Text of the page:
of distress. If the separation continues, the despair is gradually replaced by detachment. The hall-
marks of detachment are often welcomed as signs of recovery, as the child no longer protests,
cries or rejects care, food or toys. Alternatively, the child may smile and be sociable. But when the
primary caregiver returns, there is a striking absence of the behaviour characteristics of strong attach-
ment seen at the infant/toddler age (Ainsworth, 1973; Ainsworth et al., 1978; Bowlby, 1960; Sroufe
et al., 1988).
The long-term effect of toddlersexperiences with daily separations from the primary caregiver in
day care is not yet fully understood. Studies of small childrens behaviour in care are still rare, and the
findings are inconclusive (Datler et al., 2012). There is, however, broad agreement that long hours and
low quality of care pose severe threats to childrens development and welfare. In the present study,
we investigated the reactions and behaviour of 12 toddlers during the transitions in day care. We
asked the following questions: (1) What characterizes the toddlersreactions and behaviour during
separations and reunions with their primary caregivers? (2) How do the care providers meet the tod-
dlersneeds during the transitions?
The participating families were recruited by public health nurses in a Norwegian municipality, during
the spring of 2014. To make the group of toddlers as similar as possible, the health visitors were asked
to invite only families with an only child to participate in the study. The toddlers were considered to
be generally healthy by the health visitors, and none of them had any special needs. They were all
about 1 year of age and about to attend childcare in autumn 2014. We asked for the children to
be observed with their primary caregivers, which resulted in 12 mothers participating. The study
was approved by the Norwegian Social Science Data Services.
Data collection
The children were between 13 and 16 months when they were observed for the present study and
had been attending day care for a month. Data were gathered through filmed observations at the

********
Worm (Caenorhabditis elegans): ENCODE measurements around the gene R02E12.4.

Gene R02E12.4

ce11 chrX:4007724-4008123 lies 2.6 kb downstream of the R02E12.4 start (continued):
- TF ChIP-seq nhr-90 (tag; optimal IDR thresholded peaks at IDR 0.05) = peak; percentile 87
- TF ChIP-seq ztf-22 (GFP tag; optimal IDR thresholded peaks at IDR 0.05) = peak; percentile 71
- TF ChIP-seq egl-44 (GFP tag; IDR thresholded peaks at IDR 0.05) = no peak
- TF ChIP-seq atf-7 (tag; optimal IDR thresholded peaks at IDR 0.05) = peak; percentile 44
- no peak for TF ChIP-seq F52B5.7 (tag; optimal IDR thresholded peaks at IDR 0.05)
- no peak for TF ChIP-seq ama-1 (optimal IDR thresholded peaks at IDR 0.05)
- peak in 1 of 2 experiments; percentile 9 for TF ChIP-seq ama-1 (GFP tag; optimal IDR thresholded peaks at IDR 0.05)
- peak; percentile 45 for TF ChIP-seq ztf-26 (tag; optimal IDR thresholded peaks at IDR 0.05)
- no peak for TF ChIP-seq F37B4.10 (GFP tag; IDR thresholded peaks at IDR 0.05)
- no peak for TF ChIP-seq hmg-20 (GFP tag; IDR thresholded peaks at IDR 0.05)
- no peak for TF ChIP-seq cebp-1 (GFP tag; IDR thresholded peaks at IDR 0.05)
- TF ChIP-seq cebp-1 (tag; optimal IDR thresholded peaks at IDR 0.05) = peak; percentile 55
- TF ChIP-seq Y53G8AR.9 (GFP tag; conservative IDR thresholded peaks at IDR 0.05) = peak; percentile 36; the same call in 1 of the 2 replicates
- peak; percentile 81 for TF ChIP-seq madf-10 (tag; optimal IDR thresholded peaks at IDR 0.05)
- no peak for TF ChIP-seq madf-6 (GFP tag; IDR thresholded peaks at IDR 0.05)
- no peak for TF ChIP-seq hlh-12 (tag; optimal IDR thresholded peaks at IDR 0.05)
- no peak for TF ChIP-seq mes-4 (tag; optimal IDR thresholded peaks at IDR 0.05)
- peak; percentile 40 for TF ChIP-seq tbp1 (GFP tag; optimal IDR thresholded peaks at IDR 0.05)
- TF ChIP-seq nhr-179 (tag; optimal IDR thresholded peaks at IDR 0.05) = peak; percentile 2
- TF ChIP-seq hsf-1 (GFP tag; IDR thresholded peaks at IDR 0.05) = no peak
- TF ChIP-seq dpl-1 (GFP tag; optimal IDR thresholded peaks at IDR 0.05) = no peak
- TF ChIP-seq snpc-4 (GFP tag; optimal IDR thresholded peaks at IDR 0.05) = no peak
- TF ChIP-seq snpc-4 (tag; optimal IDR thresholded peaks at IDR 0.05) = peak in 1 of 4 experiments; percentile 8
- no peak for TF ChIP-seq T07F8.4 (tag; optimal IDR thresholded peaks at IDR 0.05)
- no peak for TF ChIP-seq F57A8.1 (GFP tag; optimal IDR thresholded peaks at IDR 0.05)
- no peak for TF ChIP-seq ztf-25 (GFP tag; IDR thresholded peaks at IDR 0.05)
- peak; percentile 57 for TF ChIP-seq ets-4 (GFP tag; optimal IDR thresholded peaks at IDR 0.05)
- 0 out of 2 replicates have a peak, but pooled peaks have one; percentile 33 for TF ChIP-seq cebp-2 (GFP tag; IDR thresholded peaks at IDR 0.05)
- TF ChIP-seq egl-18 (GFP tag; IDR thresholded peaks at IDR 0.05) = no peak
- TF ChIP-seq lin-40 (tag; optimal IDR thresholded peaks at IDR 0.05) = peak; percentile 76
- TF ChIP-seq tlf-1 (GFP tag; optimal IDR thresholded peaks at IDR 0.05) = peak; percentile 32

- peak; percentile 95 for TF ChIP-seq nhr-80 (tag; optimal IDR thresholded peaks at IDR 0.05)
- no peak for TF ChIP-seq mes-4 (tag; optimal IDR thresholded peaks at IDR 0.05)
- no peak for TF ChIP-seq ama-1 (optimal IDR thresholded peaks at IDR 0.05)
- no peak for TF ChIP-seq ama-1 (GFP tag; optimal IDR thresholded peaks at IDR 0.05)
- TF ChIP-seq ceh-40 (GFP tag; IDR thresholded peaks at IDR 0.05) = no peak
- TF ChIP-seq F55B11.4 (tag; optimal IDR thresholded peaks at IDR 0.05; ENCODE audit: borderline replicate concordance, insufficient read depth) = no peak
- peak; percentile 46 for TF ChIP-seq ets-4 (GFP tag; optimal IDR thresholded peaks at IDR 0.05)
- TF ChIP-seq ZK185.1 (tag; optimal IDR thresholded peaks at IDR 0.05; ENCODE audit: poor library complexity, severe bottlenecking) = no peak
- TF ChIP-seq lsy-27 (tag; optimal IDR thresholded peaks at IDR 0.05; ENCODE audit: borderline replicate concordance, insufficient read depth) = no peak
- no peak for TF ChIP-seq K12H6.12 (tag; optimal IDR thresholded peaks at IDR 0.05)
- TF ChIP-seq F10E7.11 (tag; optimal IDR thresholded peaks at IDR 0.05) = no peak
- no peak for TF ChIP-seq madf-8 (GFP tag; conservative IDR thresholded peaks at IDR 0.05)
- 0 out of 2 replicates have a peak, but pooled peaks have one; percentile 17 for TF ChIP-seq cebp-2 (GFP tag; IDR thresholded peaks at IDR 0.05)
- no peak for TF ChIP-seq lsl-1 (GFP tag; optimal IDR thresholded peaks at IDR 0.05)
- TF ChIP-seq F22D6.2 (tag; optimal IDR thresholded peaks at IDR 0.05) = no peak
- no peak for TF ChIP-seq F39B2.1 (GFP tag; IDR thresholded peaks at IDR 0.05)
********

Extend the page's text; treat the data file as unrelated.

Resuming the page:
child care centres, and each child was filmed individually on the same day. Appointments with the
mothers and care providers were made well in advance of the observations. Day and time were
decided in accordance with the motherspreferences. Depending on their working hours, the
mothers would bring the toddlers to the centres between 7 am and 9 am and pick them up
between 3.30 pm and 5 pm We arrived before the mothers, both in the mornings and in the after-
noons. After greeting and introducing ourselves, we found suitable places and started filming with a
small camera. Depending on how much time the mothers spent at the centres, the filmed obser-
vations varied in length from 10 to 30 minutes.
Data analyses
The footage was initially reviewed by the two authors independently and later discussed. To get an
overview, we first watched each film separately, making observational notes. We then observed the
footage again, focusing mainly on the toddlersattachment behaviour and signs of separation anxiety
(Ainsworth et al., 1978; Bowlby, 1960; Robertson & Robertson, 1971). This approach was chosen
because of its relevance for the study, its theoretical perspective, and the authorsprior experience
with attachment-based methods and observations of toddlers (Bick, Dozier, & Perkins, 2012; Killén,
Klette, & Arnevik, 2006; Klette, 2007; Klette et al., 2016). When analysing the care providersbehaviour,
we focused on their availability and comforting behaviour.
According to Bowlby (1960), the protest phase may last from a couple of hours to weeks in tod-
dlerhood. All crying, clinging, agitated behaviour and attempts to follow the mothers were noted.
Because the phase of despair may follow the protest phase after just hours in toddlers, we also
observed and noted expressions of hopelessness, inactivity and withdrawal, as well as immobility
and self-soothing among the target toddlers. In the phase of despair, the child seems to be in mourn-
ing, is silent and does not make any demands on the surroundings. If the mother takes too long to
return when the child is in this phase, the detachment phase may set in. In this phase, the child may
appear happy and content, eating, playing and joining in readily, giving the impression of having
settled in. But upon reunion with the mother the child fails to show any of the strong signs of attach-
ment that are normal at this age; far from greeting her, he seems hardly to know her, far from cling-
ing, he may remain remote and apathetic, instead of tears, there is a listless turning away(Bowlby,
1960, p. 90).
Information about the children, parents and childcare centres